In times of increasing digital anonymity and alleged germfree perfection, the rock’n’roll trio Nitrogods from Hanover and Stuttgart has opted for the second time in succession for a more arduous but in the long term artistically more satisfying path. Mind you, their songs don’t fulfil such criteria as absolute tonal purity, musical integrity and clinical sterility quite the opposite: their second studio recording Rats And Rumours was consciously recorded in a studio featuring analogue technology, in which phenomena such as having to change reels and regularly clean recording heads are part and parcel of the day-to-day routine: “That’s first and foremost a question of attitude and of course fun, because we’re die-hard vintage fans and really enjoyed every single second we spent recording on a venerable 24-track recorder,” guitarist Henny Wolter explains. “Of course this kind of production is much more complex and laborious because you can’t just move whole passages around using the copy & paste function, you really have to be able to play the whole song. Every time you mess up, you have to start all over again. And that’s what makes this kind of production such an exciting challenge, and what you get at the end of the day is real rock’n’roll sound.”
No doubt about it: the recording procedure and band philosophy on Rats And Rumours suit Nitrogods down to a tee. Henny Wolter, vocalist/bassist Oimel Larcher and drummer Klaus Sperling recorded more than a dozen new songs at the Echolane Studios in Bergen-Hohne, some of which their fans already know from their gigs. Wolter: “We started writing new material directly after the release of our debut album two and a half years ago. That’s why we’ve been able to put numbers such as “Back Home’, “Nitrogods” and “Whiskey Supernova” through their paces in front of an audience.” He is referring to a total of 13 tracks which continue the stylistic directives of Nitrogods” debut album, but sound much more diverse and audibly more multilayered. The song “Automobile’, for example, explores the subset of metal and rockabilly even more extensively, and “Nitrogods” is also marked by that raw rock’n’rockabilly feel. Wolter refers to “Ramblin” Broke” as a “blues escapee”: “The song has basically nothing to do with heavy metal ut could easily have been recorded by John Fogerty or Creedence Clearwater Revival.”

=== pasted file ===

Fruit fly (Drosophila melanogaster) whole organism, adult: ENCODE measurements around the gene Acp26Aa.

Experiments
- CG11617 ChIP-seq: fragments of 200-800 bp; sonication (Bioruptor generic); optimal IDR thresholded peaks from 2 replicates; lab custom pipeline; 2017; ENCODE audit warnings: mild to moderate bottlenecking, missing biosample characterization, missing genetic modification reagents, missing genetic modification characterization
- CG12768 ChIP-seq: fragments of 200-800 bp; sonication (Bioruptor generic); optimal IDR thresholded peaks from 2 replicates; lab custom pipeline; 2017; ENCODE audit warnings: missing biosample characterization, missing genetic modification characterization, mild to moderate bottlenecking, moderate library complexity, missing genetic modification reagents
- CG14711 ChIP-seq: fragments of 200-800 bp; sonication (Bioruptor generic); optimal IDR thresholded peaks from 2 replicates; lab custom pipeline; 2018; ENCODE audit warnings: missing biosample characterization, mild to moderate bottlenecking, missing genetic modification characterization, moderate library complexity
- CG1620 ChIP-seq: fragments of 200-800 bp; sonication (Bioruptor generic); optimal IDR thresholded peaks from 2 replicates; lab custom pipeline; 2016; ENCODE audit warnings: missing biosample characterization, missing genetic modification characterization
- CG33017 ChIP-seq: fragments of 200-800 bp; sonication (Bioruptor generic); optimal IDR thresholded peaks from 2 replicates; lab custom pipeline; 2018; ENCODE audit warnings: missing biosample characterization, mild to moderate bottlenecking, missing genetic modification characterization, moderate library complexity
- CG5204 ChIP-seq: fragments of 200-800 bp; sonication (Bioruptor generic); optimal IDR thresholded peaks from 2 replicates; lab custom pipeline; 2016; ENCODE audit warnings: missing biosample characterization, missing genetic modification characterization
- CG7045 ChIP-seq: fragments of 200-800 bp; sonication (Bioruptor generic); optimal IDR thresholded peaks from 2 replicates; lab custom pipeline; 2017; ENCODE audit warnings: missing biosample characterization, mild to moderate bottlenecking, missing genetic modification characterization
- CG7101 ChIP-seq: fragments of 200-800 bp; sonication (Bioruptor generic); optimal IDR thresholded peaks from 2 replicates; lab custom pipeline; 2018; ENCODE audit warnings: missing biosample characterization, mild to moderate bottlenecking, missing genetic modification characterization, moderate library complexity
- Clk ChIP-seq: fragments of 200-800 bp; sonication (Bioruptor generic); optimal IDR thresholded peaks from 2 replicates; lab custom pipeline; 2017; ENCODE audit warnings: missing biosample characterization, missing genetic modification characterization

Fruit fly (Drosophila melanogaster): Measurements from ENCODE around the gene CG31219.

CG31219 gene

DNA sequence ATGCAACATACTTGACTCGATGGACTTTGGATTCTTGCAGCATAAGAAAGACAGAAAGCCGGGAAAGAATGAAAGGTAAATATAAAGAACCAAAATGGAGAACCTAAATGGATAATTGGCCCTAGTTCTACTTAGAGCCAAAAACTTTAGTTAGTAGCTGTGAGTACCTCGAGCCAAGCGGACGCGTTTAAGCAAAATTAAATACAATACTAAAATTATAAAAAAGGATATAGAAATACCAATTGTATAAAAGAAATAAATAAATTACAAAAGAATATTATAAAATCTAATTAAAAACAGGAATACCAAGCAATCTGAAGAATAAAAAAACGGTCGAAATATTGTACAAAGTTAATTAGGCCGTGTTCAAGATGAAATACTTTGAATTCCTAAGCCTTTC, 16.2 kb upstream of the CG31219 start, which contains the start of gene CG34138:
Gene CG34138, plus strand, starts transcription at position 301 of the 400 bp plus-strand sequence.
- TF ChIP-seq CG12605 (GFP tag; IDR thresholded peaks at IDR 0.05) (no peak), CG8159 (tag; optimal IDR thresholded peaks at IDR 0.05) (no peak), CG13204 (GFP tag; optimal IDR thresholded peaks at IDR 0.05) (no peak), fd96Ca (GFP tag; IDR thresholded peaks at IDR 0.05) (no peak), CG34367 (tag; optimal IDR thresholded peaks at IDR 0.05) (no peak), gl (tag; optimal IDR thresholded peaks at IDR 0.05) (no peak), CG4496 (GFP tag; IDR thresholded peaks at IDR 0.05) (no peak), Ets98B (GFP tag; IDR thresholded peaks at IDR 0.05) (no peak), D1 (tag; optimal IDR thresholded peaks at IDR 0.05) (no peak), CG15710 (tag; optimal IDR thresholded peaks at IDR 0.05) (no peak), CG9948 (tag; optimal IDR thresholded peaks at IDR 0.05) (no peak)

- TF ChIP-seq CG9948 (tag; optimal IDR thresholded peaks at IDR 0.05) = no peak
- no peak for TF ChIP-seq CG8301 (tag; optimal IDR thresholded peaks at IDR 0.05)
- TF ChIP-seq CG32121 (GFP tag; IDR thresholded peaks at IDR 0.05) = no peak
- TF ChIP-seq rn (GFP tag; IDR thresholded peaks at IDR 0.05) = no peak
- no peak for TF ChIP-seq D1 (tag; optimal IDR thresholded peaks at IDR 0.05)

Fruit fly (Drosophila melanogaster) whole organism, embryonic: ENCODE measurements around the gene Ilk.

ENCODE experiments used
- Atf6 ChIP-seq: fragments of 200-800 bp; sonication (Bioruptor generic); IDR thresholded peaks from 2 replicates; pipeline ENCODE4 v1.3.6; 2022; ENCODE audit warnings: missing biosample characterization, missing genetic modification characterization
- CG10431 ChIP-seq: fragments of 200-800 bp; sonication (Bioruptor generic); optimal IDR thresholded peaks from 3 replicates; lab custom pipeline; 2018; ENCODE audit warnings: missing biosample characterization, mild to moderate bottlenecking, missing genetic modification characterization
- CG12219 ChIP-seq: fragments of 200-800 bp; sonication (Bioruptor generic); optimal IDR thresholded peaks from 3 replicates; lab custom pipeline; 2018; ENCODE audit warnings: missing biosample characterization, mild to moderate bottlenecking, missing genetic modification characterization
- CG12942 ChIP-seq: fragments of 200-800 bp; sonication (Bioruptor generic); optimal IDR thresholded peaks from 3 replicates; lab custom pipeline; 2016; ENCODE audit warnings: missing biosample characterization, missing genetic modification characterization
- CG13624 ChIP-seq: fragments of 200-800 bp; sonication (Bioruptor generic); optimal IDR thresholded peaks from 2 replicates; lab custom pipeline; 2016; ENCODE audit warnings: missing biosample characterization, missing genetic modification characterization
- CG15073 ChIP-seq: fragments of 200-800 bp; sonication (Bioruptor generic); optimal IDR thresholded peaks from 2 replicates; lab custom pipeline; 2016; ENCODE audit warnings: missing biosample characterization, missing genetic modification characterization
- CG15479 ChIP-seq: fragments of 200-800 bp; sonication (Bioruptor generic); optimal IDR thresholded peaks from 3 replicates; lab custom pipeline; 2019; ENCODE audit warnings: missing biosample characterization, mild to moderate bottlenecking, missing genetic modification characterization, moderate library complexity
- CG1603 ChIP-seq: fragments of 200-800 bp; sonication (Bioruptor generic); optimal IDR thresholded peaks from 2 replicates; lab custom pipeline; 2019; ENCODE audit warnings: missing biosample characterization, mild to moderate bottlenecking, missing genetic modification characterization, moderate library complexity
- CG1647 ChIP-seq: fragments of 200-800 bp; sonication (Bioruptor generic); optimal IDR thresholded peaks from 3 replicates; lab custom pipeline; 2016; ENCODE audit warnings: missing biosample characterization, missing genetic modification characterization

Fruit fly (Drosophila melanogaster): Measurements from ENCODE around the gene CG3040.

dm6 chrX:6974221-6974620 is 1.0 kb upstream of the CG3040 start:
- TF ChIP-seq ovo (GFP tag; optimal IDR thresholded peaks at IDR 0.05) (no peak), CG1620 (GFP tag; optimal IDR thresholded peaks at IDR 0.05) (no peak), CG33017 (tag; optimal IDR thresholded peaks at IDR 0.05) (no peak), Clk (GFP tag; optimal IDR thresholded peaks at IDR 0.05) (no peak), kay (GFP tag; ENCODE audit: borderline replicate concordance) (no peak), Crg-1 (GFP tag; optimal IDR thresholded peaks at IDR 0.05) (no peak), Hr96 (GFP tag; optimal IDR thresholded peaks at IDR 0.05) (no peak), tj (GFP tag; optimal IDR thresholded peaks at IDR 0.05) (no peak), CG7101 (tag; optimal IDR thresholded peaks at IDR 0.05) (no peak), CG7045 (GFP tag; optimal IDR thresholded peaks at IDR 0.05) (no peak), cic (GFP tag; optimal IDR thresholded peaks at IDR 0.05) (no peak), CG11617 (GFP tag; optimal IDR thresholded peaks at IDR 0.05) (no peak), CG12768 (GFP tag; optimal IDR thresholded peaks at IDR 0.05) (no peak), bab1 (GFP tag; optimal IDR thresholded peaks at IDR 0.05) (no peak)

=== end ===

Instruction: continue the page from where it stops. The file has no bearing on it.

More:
Talking of which: even in 2014, Nitrogods” role models can’t be found purely in the hard&heavy genre but come from the whole rock music landscape: “We love everything, from Status Quo through Motörhead, Stray Cats and Clash to AC/DC,” Wolter admits, “and that’s the mix that our new songs consist of. We realise that we’re not going to reinvent the wheel with this kind of music, but at least we’re putting some new tires on it.”
Nitrogods were founded some three years ago by Henny Wolter, who formed Thunderhead at the end of the 1980s, played with Primal Fear, then Sinner, for many years and was a member of the Rock-Meets-Classic tour band. drummer Klaus Sperling (Freedom Call) also worked with Primal Fear for a number of years, and vocalist/bassist Oimel Larcher is a close friend whose driving bass style shakes up his listeners” intestines and whose vocals bring to mind countless pints of beer and whiskey. This recorded the debut album Nitrogods in February 2012 and has been on the road ever since. Wolter: “We play as often as we can and spare neither expense nor effort to bring our music to our fans. That can be pretty strenuous at times, but this kind of tour de force is part of Nitrogods and the general image of our music. It wouldn’t suit a real rock’n’roll band to take off like a rocket launch. And this way we had the opportunity to get to know each other better and to sing about life on the road in our songs. True roc ‘n’roll doesn’t happen in a gold cage but in small sweaty clubs where you have to win over every single member of the audience the hard way. But that’s what we want to do and that’s the attraction and the forte of this band.”
No shows booked at the moment.